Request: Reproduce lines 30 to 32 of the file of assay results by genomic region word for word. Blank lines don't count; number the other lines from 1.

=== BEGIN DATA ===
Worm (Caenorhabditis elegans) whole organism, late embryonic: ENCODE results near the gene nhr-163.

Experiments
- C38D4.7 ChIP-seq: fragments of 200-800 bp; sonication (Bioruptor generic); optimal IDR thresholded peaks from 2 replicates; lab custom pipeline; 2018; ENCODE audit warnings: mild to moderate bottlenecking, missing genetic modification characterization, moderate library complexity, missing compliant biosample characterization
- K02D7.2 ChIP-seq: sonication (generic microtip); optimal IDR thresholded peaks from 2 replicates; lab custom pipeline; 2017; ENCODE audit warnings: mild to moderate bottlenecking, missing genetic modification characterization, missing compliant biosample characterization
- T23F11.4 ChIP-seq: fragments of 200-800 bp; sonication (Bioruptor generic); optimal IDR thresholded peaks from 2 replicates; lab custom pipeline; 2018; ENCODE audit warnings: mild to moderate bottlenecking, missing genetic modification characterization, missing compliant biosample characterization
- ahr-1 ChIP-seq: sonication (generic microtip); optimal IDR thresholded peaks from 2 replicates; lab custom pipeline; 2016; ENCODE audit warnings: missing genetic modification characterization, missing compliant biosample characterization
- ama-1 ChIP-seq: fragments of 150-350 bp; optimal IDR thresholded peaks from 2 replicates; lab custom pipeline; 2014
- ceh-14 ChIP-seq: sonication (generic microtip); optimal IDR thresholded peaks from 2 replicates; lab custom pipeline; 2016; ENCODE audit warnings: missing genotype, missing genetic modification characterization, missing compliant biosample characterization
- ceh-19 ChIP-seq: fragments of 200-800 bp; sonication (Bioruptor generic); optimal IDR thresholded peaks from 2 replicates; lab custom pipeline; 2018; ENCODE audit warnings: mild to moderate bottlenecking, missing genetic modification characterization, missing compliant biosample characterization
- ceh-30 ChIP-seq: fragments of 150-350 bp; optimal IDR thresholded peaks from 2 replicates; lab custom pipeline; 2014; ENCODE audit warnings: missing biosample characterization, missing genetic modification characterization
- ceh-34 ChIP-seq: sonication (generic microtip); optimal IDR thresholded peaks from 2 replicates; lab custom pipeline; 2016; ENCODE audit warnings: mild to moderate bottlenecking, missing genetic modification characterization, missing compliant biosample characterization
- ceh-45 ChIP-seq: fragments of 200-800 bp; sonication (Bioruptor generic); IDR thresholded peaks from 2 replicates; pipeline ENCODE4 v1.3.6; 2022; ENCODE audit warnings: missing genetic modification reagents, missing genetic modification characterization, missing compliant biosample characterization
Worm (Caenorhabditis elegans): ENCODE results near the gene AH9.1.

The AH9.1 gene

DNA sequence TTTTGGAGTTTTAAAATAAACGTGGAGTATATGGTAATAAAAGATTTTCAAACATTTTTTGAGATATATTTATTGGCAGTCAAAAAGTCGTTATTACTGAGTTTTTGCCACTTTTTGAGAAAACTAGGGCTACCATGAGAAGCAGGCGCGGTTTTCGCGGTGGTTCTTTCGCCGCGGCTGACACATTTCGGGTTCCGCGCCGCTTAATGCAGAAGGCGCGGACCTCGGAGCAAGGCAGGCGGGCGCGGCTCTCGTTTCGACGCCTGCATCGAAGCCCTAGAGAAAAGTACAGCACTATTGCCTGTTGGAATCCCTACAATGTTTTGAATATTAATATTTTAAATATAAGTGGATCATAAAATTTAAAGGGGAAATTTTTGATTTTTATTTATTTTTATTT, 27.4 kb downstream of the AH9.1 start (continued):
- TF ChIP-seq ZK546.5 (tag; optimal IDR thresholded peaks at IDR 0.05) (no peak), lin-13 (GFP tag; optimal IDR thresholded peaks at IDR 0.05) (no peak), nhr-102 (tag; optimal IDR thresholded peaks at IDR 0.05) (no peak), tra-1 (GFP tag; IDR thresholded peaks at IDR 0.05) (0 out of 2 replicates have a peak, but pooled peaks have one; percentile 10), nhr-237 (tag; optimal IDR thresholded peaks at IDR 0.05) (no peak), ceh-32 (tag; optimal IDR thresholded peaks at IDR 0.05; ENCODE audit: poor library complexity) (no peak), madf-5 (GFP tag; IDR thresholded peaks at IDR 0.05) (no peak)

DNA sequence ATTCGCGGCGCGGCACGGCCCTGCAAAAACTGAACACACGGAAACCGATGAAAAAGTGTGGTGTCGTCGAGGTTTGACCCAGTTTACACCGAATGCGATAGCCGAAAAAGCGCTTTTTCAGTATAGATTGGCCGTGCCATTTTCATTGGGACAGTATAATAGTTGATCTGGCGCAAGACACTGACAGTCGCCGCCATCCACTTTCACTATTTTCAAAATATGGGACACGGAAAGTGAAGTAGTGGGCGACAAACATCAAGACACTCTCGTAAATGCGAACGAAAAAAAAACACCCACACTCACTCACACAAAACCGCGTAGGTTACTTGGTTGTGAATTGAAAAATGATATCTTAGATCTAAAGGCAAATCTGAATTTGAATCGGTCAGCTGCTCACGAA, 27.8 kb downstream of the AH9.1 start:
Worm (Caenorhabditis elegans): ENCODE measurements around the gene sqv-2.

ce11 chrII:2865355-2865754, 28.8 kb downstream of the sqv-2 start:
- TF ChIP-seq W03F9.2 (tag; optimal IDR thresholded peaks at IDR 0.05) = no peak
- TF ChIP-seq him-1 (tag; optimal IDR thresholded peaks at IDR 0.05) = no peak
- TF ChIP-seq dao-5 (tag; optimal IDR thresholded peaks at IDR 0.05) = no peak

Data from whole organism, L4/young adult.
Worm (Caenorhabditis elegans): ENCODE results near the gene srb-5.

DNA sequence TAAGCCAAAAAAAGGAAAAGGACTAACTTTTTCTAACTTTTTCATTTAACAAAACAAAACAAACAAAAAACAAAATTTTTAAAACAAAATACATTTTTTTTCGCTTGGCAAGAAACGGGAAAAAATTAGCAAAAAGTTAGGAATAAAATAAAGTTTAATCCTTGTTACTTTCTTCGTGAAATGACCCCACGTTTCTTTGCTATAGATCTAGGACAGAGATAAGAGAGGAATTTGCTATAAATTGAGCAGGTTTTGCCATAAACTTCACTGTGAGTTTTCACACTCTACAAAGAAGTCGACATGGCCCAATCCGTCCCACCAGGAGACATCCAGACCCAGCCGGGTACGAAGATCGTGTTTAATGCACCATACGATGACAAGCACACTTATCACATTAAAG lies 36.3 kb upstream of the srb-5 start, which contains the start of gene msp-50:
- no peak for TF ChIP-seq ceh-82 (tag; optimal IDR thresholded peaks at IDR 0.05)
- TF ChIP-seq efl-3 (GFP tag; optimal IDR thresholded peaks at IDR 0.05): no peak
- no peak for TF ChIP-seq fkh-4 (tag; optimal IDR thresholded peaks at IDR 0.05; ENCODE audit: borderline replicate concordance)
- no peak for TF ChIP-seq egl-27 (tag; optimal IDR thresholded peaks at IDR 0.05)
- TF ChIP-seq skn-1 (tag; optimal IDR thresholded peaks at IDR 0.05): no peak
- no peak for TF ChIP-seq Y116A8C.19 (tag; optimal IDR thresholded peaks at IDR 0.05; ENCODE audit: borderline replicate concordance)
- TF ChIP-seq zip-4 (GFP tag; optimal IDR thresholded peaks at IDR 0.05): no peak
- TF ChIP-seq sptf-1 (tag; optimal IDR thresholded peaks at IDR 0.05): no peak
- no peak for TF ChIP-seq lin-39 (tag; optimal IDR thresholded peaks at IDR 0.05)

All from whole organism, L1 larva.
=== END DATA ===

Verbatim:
- TF ChIP-seq skn-1 (tag; optimal IDR thresholded peaks at IDR 0.05): no peak
- no peak for TF ChIP-seq Y116A8C.19 (tag; optimal IDR thresholded peaks at IDR 0.05; ENCODE audit: borderline replicate concordance)
- TF ChIP-seq zip-4 (GFP tag; optimal IDR thresholded peaks at IDR 0.05): no peak